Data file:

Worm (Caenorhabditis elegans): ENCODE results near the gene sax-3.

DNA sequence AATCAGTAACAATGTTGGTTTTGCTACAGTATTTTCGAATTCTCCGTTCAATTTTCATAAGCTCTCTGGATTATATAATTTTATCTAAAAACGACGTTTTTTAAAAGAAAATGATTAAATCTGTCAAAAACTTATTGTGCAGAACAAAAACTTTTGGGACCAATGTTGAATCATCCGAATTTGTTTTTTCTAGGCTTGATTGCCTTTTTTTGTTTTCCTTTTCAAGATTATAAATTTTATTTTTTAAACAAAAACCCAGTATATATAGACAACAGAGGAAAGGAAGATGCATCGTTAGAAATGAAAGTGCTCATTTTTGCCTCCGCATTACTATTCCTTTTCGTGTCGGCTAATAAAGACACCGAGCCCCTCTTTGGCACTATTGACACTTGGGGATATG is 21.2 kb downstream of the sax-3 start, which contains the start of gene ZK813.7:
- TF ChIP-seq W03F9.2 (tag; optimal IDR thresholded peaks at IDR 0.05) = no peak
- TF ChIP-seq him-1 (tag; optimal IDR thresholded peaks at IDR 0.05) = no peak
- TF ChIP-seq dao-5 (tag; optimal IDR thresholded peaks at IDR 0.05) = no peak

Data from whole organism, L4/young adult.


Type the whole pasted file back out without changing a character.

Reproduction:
Worm (Caenorhabditis elegans): ENCODE results near the gene sax-3.

DNA sequence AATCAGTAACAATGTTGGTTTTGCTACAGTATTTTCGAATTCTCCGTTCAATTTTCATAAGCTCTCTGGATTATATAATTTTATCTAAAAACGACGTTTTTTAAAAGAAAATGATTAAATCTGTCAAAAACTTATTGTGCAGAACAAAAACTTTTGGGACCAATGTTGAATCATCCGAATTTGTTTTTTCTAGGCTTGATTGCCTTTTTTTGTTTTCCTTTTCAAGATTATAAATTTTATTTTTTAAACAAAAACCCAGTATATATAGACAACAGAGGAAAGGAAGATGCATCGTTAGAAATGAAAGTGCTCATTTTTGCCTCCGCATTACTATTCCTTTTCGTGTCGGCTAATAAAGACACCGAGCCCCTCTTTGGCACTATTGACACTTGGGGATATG is 21.2 kb downstream of the sax-3 start, which contains the start of gene ZK813.7:
- TF ChIP-seq W03F9.2 (tag; optimal IDR thresholded peaks at IDR 0.05) = no peak
- TF ChIP-seq him-1 (tag; optimal IDR thresholded peaks at IDR 0.05) = no peak
- TF ChIP-seq dao-5 (tag; optimal IDR thresholded peaks at IDR 0.05) = no peak

Data from whole organism, L4/young adult.